One of the most sensitive human rights issue concerning North Korea is the return of South Korean prisoners of war from 1953. However, it is fading from people's mind today. It has been 58 years since the Armistice. It is understood that there are 560 South Korean prisoners of war still alive in the DPRK, and their average age is 80 years old. There is not a single word spoken about this urgent human rights issue by North Korea and South Korean government’s attitude has been lukewarm at best.
There's still a voice for the remaining POWs who are only minutes away from being completely forgotten from modern Koreans’ minds, which persists in calling South Koreans and the international community to wake up to this important matter. It is the voice of Mr. Thomas Y. Chung, the chairman of Korean POW Affairs in LA. He has contributed greatly to the cause and is continuing the effort today, constantly on the move talking to whomever will listen.
Thomas Chung, is himself a war veteran. He was born in Kimhae of Kyongsang province in 1927, and had served in the War, until he was discharged due to his injuries. In 1958, he started his studies in Economics in U.S.. Chung was successful as a businessman and he had been the head of five companies and foundations. Nevertheless, the faces of his comrades, whom he had served with during the Korean War, had always held a special place in his heart.
The 1994 return of a South Korean prisoner of war led Chung to devote himself to the issue. Second Lieutenant Chang-ho Cho escaped and returned to South Korea on a wooden boat after 43-years in captivity. Filled with hope and pushed by a sense of duty Chung made a promise to himself to work for safe return of all POWs, even if it cost him everythng. Ever since, Chung has been leading movements in U.S. and Korea for the cause of safe return of all POWs. He is aflame with his devotion for the cause.
Since 2001, Chung has been a member of the Advisory Committee for the U.S.A. Western Region Department of the Korean Veterans Association. He founded the Korean POW Affairs in 2004, and he is the current director. In April 2005, Korean POW Affairs and Defense Forum, headed by Suzanne Scholte, co-hosted a forum at the United States Congress. This was the very first time the former POWs were invited to testify to the Congress of their experiences. Their testimonies and the forum directly led to a member of the House of Representative of the U.S. Congress to proposing a resolution against the DPRK in the following month. The House of Representatives and the Senate of the U.S. Congress passed the resolution in July of the same year.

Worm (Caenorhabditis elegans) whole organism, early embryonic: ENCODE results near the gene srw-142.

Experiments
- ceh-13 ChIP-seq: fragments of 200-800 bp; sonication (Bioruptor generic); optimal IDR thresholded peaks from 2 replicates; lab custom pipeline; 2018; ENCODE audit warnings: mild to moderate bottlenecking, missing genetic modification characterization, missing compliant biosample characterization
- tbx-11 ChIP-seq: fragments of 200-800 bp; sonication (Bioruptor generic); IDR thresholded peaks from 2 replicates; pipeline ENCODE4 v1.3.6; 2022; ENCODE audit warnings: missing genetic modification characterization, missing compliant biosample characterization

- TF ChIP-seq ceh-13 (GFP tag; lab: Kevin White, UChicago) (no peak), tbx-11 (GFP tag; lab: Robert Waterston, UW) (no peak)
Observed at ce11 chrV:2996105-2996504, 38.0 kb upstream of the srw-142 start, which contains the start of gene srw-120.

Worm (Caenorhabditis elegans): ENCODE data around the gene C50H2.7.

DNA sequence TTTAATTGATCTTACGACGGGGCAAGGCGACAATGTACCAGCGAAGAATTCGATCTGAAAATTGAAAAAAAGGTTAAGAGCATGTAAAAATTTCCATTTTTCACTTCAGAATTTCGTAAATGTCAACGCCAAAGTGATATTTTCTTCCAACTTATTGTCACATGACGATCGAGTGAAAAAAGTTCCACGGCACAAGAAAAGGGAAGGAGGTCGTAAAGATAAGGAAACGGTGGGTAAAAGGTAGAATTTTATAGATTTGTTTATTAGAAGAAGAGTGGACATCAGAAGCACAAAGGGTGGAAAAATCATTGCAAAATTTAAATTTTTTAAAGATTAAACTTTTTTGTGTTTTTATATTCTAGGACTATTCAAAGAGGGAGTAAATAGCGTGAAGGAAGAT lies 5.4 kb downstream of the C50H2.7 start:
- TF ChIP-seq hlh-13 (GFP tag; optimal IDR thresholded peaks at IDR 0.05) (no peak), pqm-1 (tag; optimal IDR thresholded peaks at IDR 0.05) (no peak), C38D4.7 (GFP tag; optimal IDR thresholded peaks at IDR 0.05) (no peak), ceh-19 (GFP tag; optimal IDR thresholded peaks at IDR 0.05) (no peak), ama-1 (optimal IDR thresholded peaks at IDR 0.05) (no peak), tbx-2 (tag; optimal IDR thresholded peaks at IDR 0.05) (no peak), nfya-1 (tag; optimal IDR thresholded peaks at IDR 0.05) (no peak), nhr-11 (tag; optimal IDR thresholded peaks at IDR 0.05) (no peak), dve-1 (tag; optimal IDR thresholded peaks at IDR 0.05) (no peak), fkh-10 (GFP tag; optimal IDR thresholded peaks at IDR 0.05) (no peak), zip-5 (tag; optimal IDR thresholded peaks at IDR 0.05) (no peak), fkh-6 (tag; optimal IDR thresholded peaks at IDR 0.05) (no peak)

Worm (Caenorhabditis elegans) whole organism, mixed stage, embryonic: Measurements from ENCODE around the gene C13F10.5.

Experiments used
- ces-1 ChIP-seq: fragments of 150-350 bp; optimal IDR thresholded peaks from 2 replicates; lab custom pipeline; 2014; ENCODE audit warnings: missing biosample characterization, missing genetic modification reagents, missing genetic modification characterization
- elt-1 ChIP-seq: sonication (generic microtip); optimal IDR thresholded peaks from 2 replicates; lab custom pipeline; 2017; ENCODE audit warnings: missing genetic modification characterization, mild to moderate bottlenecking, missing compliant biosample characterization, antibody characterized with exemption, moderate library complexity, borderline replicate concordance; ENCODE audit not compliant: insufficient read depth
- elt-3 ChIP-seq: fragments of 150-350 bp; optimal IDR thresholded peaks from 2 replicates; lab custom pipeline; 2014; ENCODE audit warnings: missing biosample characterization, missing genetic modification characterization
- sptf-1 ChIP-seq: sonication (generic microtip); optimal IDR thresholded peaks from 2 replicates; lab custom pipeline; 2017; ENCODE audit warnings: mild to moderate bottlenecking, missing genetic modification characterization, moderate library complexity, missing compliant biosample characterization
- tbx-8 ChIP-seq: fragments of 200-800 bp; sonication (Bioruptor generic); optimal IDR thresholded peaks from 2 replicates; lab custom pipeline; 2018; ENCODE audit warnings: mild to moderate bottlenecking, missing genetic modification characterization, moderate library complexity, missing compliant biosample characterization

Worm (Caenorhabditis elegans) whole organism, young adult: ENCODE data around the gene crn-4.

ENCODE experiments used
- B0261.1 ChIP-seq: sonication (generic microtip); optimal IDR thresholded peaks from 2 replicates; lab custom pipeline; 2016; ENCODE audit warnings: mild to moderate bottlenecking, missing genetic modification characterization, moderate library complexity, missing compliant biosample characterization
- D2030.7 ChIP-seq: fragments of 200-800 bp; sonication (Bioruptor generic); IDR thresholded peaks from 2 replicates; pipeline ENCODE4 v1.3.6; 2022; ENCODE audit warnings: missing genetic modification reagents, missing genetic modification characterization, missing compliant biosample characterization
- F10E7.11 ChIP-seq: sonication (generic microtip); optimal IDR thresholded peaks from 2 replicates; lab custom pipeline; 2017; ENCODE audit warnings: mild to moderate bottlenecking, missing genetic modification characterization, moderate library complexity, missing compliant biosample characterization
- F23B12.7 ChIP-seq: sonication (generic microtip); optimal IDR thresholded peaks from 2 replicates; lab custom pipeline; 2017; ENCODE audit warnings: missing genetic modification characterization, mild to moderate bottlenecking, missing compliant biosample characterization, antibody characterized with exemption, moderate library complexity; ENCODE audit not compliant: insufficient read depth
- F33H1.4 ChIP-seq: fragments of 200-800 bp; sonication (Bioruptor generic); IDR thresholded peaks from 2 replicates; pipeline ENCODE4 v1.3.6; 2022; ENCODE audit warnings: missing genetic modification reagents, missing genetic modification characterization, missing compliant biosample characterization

Chung is also working to awaken South Korea as well. In May 2005, he called on South Korean government, through Geun-hye Park, then a Representative of the Grand National Party, to enact measures to repatriate POWs and to include the issue at South-North talks. June 21, 2006 was the very first time the POW issue was discussed at the ministerial level of two Koreas. Chung emphasizes that it is our bounded duty to secure freedom of all POWs, and he calls on the Lee Myung-bak administration to change its polices toward North Korea.
In February, 2011, Chung filed a petition with the UN Security Council and UN Commission on Human Rights stating that since the South Korean Army was under the banner of United Nations during the Korean War, therefore it was a constituted UN force. Thus this is an issue UN must address. Also in April of this year, Chung filed charges with the International Criminal Court (ICC) against Kim Jong-il for mistreatment of South Korean POWs.
For his contributions for the POW and other human rights issues concerning North Korea, Chung was awarded South Korean Order of Civil Merit Mogryeon Medal in 2009. Though he led a successful life for several decades as a businessman in U.S., his heart always wept for his comrade in arms, those who died in the battlefield, and POWs still being detained in North Korea. This year he turned 83. Though he is advanced in years, he never gets weary of his duty.
The academic seminar conducted on June 28th, "Emergence of 3rd hereditary succession system and the possibility of Jasmine Revolution in Pyongyang," was made possible by Mr. Chung. He invited Mr. Yun-keol Lee, the chairman of NKSIS, to Los Angeles to co-host the seminar with the Institute for Far Eastern Studies, where Mr. Chung is the Executive Director. The event was held at the Educational Center in LA.
Translation by Hoyeon Choi Supervised by Sunny Kang
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